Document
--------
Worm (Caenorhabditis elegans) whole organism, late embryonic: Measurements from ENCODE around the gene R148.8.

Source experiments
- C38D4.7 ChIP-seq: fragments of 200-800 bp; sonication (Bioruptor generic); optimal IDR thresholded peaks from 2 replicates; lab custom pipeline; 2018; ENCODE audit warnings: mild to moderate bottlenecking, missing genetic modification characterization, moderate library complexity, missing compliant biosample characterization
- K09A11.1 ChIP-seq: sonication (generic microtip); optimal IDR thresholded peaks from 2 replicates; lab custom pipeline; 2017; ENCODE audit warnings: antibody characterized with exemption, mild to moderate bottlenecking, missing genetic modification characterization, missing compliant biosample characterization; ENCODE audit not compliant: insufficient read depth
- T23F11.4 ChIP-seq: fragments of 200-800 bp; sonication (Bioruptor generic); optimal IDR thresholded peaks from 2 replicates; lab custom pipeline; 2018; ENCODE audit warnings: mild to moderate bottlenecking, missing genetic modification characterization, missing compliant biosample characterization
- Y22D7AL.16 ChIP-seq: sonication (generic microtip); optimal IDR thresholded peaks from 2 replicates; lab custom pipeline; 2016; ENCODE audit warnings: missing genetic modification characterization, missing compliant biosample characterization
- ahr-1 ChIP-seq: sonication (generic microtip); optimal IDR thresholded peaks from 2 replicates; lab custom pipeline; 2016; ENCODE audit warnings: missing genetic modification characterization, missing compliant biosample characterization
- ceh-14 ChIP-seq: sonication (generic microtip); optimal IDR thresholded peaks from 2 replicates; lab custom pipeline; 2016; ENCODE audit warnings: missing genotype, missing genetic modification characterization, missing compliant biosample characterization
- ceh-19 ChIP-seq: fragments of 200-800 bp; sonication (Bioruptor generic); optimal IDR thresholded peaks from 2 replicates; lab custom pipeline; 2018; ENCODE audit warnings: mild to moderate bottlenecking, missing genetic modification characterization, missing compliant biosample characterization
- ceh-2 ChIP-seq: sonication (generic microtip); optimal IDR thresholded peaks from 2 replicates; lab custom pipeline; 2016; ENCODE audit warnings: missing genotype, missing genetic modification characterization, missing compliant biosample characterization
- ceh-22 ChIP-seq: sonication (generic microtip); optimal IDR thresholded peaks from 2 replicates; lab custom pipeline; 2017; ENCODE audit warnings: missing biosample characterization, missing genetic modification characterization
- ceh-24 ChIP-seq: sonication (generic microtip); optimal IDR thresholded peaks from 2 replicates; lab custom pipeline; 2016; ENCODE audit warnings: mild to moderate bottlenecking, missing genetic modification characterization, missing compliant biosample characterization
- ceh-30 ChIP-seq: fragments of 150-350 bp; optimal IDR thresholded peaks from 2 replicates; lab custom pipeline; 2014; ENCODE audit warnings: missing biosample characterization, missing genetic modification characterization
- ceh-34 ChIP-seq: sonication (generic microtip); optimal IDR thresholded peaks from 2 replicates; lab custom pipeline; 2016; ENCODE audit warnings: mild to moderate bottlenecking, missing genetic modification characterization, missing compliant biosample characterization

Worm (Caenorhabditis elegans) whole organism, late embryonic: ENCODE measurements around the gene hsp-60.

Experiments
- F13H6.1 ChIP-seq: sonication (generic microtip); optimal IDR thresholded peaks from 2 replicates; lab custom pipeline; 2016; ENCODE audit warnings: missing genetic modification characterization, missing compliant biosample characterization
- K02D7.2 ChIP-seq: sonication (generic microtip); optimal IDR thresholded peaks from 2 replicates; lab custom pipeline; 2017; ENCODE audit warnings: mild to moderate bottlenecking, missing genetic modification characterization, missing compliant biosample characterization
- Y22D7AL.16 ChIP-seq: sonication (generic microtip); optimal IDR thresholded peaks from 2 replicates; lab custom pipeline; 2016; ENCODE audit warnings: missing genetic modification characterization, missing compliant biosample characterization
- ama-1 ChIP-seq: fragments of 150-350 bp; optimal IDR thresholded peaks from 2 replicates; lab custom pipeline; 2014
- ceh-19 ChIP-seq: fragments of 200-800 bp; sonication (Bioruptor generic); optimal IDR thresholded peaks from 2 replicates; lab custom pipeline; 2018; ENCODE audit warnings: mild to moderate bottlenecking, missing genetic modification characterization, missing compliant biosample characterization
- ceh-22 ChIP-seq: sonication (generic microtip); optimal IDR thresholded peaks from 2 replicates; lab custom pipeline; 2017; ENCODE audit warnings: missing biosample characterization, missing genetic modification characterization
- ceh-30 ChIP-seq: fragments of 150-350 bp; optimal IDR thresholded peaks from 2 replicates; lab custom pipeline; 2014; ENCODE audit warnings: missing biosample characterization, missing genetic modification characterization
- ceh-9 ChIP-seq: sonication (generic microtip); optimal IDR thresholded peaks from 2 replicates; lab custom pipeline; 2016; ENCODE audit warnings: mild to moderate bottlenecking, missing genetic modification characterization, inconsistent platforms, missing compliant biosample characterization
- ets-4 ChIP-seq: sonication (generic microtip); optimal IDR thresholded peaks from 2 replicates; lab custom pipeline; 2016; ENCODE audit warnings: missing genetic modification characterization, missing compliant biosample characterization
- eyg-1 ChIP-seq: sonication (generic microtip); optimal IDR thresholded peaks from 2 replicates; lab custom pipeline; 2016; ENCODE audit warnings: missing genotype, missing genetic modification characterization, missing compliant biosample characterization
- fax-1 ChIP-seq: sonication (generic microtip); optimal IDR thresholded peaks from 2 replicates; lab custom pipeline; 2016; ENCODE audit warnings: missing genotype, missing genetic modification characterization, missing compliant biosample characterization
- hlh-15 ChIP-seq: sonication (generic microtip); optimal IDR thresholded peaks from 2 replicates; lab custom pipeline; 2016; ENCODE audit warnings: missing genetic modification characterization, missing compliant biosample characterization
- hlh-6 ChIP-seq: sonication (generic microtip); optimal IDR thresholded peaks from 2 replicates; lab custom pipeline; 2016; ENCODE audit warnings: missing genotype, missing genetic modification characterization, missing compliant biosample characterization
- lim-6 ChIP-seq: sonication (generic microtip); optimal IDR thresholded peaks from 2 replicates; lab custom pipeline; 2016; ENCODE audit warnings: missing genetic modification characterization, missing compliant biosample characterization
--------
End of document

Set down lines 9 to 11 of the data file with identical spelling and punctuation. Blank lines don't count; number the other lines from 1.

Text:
- ceh-19 ChIP-seq: fragments of 200-800 bp; sonication (Bioruptor generic); optimal IDR thresholded peaks from 2 replicates; lab custom pipeline; 2018; ENCODE audit warnings: mild to moderate bottlenecking, missing genetic modification characterization, missing compliant biosample characterization
- ceh-2 ChIP-seq: sonication (generic microtip); optimal IDR thresholded peaks from 2 replicates; lab custom pipeline; 2016; ENCODE audit warnings: missing genotype, missing genetic modification characterization, missing compliant biosample characterization
- ceh-22 ChIP-seq: sonication (generic microtip); optimal IDR thresholded peaks from 2 replicates; lab custom pipeline; 2017; ENCODE audit warnings: missing biosample characterization, missing genetic modification characterization